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Emma's Secret [Hardcover]

Barbara Taylor Bradford
2.7 out of 5 stars  See all reviews (32 customer reviews)

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Product Description

From Publishers Weekly

It has been nearly 25 years since Bradford made her name with the female rags-to-riches saga A Woman of Substance, the first in a trilogy of novels that concluded with 1988's To Be the Best. Gambling that there is still life to be squeezed out of the story of indomitable super-survivor Emma Harte and her descendants, Bradford returns to the chase with this present-day sequel. The novel opens in 2001 at Pennistone Royal, Emma's magnificent country estate in Yorkshire, now occupied by her granddaughter Paula's family. Paula heads the Knightsbridge store, flagship of the nationwide Harte chain, and her grown daughters, Linnet and Tessa, work there. A young American, Evan Hughes, with an uncanny Harte family resemblance, appears one day seeking a job. She's hired at once, since Linnet needs help with an upcoming fashion spectacular, a retrospective featuring Emma's couture wardrobe. Linnet's cousin Gideon, who works for the Harte newspapers, is smitten with Evan, and soon the mystery of her background is of concern, especially when it's discovered that Evan's grandmother had a close relationship with Emma. The overwhelming amount of descriptive detail clothing, interior decor, food and drink slows down the narrative, but such Victorian props as a decorative locked box, a key taped behind a photograph and long-lost diaries provide mild suspense. The saga was already losing steam with To Be the Best, and this fourth installment is further diluted. Lacking the dynamic impact of the original, it will be best appreciated by those with an irresistible desire to follow the further adventures of the Harte clan.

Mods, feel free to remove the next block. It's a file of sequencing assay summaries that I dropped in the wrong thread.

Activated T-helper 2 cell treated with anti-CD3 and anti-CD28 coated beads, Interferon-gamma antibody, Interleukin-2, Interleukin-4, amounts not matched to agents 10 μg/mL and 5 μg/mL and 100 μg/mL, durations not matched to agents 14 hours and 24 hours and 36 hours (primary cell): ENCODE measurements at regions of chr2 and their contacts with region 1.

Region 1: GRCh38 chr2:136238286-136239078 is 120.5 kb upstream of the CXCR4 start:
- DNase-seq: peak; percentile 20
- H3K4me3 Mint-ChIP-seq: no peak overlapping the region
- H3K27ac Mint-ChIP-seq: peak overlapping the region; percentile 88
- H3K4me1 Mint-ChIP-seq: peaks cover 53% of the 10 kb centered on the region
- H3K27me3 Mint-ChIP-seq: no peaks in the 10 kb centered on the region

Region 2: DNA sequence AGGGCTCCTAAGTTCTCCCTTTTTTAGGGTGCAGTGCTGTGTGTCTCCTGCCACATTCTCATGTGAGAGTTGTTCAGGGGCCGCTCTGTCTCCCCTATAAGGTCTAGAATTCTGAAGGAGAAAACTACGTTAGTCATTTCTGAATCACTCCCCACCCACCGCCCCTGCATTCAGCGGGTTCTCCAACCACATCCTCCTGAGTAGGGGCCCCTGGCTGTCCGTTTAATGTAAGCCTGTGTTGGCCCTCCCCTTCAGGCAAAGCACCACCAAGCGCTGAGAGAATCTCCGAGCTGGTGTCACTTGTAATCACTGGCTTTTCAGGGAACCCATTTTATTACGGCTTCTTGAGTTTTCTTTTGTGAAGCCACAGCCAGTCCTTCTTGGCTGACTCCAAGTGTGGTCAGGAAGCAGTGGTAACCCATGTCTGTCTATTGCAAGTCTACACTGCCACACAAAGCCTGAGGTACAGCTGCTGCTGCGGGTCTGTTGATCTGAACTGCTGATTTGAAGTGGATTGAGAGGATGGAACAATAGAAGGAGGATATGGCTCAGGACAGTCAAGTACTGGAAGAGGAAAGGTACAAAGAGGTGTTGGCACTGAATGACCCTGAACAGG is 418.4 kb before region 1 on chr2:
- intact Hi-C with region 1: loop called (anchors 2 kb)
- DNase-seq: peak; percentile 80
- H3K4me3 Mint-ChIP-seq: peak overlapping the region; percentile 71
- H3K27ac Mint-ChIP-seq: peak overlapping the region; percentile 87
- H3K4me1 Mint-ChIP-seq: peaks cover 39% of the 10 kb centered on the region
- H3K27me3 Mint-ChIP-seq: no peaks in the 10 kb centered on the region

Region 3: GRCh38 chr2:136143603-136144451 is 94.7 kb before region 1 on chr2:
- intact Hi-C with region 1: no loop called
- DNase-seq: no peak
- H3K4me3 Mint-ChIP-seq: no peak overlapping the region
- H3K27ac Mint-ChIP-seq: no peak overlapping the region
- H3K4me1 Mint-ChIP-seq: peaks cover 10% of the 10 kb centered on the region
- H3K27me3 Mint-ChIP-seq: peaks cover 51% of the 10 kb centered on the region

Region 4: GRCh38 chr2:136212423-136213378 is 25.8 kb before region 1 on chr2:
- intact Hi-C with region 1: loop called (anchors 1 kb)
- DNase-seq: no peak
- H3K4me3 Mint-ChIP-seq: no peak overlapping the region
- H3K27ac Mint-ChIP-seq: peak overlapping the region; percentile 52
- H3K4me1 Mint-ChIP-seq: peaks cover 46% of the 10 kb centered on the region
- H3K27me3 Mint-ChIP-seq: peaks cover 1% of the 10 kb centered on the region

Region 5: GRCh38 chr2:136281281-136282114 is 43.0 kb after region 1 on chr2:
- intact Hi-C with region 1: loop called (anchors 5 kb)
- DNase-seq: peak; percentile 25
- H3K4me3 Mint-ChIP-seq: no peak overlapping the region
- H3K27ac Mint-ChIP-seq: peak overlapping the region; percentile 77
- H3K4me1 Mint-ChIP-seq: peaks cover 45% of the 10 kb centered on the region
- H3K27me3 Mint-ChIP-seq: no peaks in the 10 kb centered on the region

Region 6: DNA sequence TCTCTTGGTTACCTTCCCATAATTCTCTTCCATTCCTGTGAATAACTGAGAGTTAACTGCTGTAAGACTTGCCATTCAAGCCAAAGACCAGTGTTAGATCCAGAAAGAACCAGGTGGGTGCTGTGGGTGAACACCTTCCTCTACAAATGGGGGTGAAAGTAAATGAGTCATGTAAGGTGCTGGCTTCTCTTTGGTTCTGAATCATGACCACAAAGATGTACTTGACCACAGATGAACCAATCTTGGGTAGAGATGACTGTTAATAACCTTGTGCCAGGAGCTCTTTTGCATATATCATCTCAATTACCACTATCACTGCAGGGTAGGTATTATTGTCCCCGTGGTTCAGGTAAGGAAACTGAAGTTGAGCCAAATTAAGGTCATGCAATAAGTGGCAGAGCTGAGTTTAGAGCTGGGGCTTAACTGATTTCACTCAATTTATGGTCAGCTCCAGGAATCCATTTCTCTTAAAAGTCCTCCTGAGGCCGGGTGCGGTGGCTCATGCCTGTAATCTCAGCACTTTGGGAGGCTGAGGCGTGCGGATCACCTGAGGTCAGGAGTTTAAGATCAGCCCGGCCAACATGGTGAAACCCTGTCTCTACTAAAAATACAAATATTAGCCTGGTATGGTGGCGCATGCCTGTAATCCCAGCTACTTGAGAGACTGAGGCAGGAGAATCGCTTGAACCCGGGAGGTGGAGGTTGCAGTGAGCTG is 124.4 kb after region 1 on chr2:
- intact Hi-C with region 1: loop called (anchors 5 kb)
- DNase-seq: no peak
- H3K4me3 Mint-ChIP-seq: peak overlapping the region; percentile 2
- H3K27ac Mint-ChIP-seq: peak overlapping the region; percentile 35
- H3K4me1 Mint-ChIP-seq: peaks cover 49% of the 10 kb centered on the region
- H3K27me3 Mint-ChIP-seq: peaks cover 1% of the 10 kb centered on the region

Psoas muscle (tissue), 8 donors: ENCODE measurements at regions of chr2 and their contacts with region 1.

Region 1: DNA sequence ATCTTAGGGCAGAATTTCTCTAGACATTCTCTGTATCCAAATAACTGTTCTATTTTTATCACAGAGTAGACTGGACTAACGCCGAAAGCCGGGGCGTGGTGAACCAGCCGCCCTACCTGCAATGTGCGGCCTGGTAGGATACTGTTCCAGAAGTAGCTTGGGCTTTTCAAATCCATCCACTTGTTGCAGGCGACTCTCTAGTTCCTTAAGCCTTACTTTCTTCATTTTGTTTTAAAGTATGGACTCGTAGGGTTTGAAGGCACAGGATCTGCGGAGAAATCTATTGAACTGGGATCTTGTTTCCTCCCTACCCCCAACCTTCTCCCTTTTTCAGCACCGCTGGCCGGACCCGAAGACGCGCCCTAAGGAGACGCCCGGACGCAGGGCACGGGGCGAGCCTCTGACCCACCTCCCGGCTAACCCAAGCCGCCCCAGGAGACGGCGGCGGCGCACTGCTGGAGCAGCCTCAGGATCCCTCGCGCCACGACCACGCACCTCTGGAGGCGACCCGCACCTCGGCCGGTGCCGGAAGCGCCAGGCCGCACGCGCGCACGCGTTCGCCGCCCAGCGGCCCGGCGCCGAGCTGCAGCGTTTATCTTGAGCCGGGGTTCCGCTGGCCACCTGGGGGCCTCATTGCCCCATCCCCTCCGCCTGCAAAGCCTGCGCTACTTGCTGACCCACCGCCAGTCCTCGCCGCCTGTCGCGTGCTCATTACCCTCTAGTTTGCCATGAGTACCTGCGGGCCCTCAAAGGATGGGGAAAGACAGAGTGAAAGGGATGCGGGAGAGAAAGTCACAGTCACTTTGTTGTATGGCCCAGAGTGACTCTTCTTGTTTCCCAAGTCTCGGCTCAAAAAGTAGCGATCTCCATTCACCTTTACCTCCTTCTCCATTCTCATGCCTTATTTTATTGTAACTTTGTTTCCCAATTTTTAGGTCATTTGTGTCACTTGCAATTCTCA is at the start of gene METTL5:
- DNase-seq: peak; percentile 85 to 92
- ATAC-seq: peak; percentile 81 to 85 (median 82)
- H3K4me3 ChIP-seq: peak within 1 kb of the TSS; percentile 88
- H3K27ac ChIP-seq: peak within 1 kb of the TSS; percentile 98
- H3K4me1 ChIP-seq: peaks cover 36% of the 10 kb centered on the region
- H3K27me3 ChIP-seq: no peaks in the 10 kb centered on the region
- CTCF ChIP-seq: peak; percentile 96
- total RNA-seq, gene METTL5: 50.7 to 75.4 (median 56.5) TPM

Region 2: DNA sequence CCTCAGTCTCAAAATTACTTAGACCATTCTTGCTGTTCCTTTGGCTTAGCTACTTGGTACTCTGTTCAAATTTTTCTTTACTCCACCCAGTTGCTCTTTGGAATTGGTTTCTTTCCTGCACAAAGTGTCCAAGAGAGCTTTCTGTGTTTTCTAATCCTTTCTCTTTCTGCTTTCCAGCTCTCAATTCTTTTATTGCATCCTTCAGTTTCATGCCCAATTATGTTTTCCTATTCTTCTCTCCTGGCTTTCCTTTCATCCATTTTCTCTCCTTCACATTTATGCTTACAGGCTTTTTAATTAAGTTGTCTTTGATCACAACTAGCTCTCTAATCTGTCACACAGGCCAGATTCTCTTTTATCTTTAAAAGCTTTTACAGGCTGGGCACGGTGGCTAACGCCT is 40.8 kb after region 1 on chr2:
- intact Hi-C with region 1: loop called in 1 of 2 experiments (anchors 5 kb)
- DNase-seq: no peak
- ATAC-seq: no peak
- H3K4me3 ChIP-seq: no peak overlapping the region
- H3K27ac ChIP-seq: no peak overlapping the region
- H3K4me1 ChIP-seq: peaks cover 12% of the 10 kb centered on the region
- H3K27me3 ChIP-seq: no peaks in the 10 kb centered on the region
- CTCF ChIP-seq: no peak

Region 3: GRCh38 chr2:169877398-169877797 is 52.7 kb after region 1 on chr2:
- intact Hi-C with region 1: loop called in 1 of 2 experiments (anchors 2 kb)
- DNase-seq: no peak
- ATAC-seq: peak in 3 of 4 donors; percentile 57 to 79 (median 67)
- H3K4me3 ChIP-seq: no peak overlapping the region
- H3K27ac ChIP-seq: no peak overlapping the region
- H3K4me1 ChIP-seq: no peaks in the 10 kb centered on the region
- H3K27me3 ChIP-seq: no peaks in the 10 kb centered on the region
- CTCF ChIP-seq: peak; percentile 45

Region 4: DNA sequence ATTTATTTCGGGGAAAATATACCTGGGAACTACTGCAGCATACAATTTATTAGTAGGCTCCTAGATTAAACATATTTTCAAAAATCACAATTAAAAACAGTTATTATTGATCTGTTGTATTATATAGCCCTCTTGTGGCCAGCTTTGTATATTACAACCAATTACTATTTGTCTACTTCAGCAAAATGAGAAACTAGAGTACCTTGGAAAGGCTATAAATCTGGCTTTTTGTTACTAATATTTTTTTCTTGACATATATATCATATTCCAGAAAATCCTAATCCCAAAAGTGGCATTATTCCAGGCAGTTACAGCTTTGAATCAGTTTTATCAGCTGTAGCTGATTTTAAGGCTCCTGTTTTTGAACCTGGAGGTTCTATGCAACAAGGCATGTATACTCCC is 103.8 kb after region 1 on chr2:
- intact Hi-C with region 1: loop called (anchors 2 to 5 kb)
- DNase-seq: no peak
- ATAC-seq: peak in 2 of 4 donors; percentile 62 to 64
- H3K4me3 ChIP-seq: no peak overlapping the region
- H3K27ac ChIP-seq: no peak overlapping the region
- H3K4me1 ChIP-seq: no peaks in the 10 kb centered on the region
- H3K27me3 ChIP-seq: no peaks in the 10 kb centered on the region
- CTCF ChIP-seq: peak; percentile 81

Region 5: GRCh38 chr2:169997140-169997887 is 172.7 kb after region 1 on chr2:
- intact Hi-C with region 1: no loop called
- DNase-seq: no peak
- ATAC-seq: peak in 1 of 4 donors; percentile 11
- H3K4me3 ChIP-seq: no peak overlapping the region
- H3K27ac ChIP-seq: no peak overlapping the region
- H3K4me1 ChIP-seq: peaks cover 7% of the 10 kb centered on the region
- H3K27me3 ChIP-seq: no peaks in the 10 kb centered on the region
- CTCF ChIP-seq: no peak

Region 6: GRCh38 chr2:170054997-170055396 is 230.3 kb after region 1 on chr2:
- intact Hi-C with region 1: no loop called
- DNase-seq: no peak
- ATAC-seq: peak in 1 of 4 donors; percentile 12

Copyright © Reed Business Information, a division of Reed Elsevier Inc. All rights reserved.

From Booklist

Emma Harte, the heroine of Bradford's novel A Woman of Substance (1979), has been dead for more than 30 years when Emma's Secret opens, but her past factors heavily into the events of the novel. At the bequest of her dying grandmother, young American Evan Hughes arrives at Emma's magnificent English clothing store, Hartes, only to find out that Emma has long since died. She is soon hired as a store assistant to Linnet O'Neill, Emma's great-granddaughter, who can't help but notice the American's resemblance to her own mother, Paula. Evan and Gideon Harte, Paula's cousin, fall in love amid whispers that Evan might be the descendant of one of Emma's husbands. The truth lies in Emma's diary, but Paula is reluctant to read it. Curiosity finally gets the better of her, and the journal takes Paula to Emma's life during World War II, and at least partially answers the family's questions about Evan's heritage. It is up to Paula to figure out the rest. Readers new to the series might have a hard time getting a handle on the large cast of characters and their relationships to each other, but those familiar with Emma Harte and her large family will feel right at home. Kristine Huntley